On February 24th, I wrote a post on whether college entrance exams predict college success, citing evidence that they do not. However, they still remain a fact of life for many aspiring college students since a significant number of colleges still use them as one criterion for admittance. (The list of colleges that don’t require them is here: http://www.fairtest.org/university/optional.)
Although written in 2009, an excellent article on testing and prep was published in Westchester Magazine and can be found here: http://www.westchestermagazine.com/Westchester-Magazine/November-2009/To-Prep-or-Not-to-Prep/. This section is pretty interesting: “Prep can include learning (or re-learning) actual material, but what many in the test-prep industry mean when they talk about prep is a “method”—or, some might say, tricks. These include taking practice tests to become comfortable with the format (and save time by dispensing with name-writing and rule-reading quickly), concentrating on early questions (which are easier but have the same point values), eliminating answers that are clear “traps” (for instance, math questions requiring multiplication to solve often have false answers that seem correct and which you could get from simple addition), and guessing rather than leaving answers blank (after omitting just one answer choice, a student is statistically better off guessing than leaving a question blank). “There’s no doubt that familiarity with the peculiarities of the test and how they can be handled can make a big difference,” says Lee Hart, a private math tutor in Purchase.”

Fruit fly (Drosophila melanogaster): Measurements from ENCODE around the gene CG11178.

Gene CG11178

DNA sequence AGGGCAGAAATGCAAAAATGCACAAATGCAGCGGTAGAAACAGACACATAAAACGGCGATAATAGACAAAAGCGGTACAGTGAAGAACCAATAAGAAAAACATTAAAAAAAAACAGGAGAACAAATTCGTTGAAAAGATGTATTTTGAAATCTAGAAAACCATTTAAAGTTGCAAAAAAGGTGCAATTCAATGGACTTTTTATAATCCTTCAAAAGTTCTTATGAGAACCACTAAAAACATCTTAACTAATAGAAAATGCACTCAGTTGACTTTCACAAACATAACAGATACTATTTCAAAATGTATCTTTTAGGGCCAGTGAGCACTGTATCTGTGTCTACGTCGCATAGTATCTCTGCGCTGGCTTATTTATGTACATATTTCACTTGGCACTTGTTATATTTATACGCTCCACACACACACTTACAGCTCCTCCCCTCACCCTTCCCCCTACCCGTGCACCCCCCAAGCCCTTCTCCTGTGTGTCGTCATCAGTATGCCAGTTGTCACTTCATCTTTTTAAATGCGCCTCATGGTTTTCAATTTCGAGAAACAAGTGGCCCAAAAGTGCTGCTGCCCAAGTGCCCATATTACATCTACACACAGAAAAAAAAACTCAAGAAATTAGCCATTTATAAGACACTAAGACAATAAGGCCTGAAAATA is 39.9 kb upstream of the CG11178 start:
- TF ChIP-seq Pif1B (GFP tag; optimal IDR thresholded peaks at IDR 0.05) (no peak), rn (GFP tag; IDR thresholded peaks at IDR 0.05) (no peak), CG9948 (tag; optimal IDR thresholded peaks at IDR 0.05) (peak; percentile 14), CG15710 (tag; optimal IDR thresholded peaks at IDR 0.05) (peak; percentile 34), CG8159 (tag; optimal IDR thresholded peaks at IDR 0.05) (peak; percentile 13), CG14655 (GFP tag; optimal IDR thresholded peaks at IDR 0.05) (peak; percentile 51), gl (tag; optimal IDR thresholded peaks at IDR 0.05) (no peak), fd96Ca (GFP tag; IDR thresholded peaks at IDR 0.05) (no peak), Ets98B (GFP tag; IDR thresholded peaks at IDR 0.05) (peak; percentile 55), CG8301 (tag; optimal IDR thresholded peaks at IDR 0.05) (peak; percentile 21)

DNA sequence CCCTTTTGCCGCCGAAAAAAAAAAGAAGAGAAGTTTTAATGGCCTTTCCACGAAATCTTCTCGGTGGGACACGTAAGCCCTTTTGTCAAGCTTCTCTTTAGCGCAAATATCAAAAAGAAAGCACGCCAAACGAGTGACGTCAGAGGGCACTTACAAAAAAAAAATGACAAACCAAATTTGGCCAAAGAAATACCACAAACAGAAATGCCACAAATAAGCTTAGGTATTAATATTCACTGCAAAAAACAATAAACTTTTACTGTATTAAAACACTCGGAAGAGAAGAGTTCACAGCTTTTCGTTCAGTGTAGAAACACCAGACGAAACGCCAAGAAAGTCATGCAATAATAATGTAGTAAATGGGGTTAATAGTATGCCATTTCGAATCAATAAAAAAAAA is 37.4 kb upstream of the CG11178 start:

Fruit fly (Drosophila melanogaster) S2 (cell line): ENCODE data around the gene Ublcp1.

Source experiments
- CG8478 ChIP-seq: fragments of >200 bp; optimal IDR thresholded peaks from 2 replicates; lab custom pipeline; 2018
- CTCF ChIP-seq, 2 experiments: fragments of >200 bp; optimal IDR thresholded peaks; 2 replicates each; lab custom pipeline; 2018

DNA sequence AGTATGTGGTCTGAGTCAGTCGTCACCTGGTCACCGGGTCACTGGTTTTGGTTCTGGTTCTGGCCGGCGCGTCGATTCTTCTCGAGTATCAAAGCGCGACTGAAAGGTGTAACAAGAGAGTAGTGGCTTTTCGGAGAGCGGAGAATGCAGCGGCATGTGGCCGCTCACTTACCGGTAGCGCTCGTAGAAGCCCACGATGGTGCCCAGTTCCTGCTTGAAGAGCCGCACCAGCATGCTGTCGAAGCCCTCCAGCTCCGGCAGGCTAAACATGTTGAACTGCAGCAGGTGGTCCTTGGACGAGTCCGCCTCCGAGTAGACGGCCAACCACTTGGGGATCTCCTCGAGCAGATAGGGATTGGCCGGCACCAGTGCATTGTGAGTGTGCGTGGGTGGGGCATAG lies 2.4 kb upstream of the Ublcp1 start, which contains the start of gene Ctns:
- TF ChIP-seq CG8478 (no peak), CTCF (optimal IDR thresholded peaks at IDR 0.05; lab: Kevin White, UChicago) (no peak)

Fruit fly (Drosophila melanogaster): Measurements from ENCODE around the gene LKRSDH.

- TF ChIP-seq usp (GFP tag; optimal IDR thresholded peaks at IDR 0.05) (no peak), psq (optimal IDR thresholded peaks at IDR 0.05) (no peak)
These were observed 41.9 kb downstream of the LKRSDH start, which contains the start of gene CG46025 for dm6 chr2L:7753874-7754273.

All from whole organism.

As parents, what can we do to help our children perform as well as possible? First, work with your child’s guidance counselor to plan out a reasonable testing schedule so that it takes into account when students have the most content knowledge and when it accommodates the many other important activities in which the child is involved. For example, if the student might be looking at quite rigorous schools, taking SAT II’s at the end of sophomore and junior years when content knowledge is still fresh may be helpful. In the fall of junior year, thinking about a schedule for SAT’s and ACT’s can allow for planning of desired test prep and lessen the stress of taking all of the tests in a short time-frame.
Second, think about the type of test prep that works for your family. It could be a local test prep company, entering the lottery for MIT’s reduced-price test prep (ati.mit.edu), or self-studying (check out http://ineedapencil.ck12.org/ and others).
Finally, help your child with the registration process (watching those deadlines so you’re not paying late registration fees or being closed out of local seating, requiring searching for geographically distant test locations). Encourage them to be ready the night before with their ticket, ID, pencils, etc. – and talk about the no-electronics policy and how the child will survive for four hours without sending/receiving a text :). A good night’s rest, a solid breakfast and a couple laps around the block wouldn’t hurt to be ready either. (I know, I know – they are teenagers – but we do the best we can!)
Now is a great time to check in with MHS guidance counselors to start thinking about next year’s plan – especially since school staff are working to help your child finalize their schedules. They are ready and willing to partner with you on behalf of your child!